Archaeologists Stumble on Names of Taj Masons
Associated Press, Arab News
NEW DELHI, 7 July 2004 — Indian archaeologists have found more than 670
names of previously unknown masons and laborers who built the 17th
century Taj Mahal, the country’s greatest architectural marvel.
The names, written mostly in Arabic and Persian, are etched on the
sandstone used in the wall and other peripheral structures on the
northern side of the Taj Mahal, The Asian Age newspaper reported.
Some names were also written in Devnagri, the report said, quoting D.
Dayalan, a senior official at the Archaeological Survey of India.
“We stumbled upon these names while doing our routine documentation of
the Taj,” Dayalan was quoted as saying. “Most of these masons came from
Iran, central Asia and India,” he said.
Dayalan and his staff also found tridents, stars, geometrical patterns
and flowers carved into some of the sandstone, implying the masons and
laborers were drawn from diverse religions.
“Since many of them were illiterates, they denoted symbols as a mark of
their identity,” Dayalan said. “We already have an expert team working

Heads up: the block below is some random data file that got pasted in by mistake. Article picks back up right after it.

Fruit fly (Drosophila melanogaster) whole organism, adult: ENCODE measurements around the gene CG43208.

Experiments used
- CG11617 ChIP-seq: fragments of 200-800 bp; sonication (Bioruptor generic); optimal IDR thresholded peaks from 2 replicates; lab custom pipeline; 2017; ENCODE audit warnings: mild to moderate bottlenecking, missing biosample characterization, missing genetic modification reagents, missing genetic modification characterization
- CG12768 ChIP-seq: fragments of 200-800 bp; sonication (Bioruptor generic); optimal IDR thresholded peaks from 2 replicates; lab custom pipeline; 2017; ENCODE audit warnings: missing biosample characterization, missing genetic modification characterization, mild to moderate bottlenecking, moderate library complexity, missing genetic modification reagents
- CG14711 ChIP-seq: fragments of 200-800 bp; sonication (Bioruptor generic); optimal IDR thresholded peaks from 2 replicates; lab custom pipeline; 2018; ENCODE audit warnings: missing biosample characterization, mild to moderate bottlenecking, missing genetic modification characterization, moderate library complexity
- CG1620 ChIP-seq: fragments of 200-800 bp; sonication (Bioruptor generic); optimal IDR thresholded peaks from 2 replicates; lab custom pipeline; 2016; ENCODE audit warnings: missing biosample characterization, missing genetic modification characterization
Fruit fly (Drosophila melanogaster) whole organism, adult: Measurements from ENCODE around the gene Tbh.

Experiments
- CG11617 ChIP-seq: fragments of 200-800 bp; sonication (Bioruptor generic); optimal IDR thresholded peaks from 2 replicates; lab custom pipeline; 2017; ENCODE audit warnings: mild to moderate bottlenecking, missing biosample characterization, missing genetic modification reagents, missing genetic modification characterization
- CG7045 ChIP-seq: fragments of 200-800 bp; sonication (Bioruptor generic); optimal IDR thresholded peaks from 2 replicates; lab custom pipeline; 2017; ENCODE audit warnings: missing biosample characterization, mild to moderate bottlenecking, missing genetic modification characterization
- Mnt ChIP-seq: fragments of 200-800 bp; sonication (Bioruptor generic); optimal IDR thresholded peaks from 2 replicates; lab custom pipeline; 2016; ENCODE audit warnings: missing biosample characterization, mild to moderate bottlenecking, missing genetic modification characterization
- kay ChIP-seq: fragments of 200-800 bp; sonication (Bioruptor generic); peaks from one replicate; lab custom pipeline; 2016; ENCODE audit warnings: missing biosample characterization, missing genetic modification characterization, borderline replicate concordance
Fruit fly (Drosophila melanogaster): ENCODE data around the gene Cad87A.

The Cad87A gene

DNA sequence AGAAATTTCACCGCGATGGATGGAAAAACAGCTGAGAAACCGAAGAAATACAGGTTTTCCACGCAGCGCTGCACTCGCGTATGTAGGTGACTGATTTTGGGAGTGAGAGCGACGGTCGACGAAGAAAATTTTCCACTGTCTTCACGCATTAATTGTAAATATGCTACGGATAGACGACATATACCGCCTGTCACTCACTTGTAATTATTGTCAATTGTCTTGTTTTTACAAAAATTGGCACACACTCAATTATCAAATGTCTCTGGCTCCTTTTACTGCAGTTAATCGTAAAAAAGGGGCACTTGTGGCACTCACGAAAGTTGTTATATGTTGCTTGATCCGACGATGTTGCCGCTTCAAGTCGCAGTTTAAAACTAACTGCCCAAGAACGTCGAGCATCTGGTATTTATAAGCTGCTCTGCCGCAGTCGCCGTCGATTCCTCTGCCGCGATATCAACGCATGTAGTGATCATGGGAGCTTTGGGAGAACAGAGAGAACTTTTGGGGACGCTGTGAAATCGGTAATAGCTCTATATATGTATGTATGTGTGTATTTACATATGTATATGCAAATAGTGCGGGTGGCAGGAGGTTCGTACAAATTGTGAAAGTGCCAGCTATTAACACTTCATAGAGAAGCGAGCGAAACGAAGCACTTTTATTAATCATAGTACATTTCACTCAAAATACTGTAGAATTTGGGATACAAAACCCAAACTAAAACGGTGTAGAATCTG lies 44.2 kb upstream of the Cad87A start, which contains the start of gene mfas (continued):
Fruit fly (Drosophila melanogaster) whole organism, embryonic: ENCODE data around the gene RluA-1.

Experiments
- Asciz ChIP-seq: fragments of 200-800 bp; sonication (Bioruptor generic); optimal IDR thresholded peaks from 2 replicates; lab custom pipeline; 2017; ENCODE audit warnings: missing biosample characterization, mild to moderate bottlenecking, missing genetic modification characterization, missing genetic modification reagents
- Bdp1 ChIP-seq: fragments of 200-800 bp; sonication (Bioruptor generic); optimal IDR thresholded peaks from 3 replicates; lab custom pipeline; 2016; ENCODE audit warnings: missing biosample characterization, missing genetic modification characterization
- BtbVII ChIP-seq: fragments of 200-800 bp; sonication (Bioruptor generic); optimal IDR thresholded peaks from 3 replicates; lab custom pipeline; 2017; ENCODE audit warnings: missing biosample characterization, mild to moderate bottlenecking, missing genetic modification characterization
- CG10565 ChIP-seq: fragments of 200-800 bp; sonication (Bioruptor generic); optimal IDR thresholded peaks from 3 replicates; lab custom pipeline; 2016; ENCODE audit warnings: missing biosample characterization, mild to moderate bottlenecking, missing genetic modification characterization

to decipher the epigraphs.”
At least 20,000 people were employed to build the Taj Mahal, which the
Mogul Emperor Shah Jahan wanted as the tomb of his favorite wife, Mumtaz
Mahal. Work on the white marble building began in 1631 and was completed
For the accommodation of workers, a small town named after the deceased
empress, Mumtazabad now known as Taj Ganj, was built adjacent to the
“Of the names etched, five, including that of Isaf Afandi and Amanat
Khan, were repeated in several places, asserting that they were
important workers of the rank of chief architect, calligrapher and
designer. We have now started documenting the names of all the lesser
known masons. We hope to finish the total list in the next four months,”
Amanat Khan Shirazi was the calligrapher of the Taj Mahal. His name has
been found at the end of an inscription on one of the gates of the Taj.
Poet Ghyasuddin had scripted the verses on the tombstone while Ismail
Khan Afridi of Turkey was the dome maker. Muhammad Hanif was the
superintendent of masons. The designer of the Taj Mahal was Ustad Ahmad
The material was brought in from all over India and central Asia and it
took a fleet of 1,000 elephants to transport it to the site. Red
sandstone was brought from Fatehpur Sikri, jasper from Punjab, jade and
crystal from China, turquoise from Tibet, lapis lazuli and sapphires
from Sri Lanka, coal and carnelian from Arabia and diamonds from Panna.
“Our interest lies in the unknown masons who never received publicity
for their work,” Dayalan said.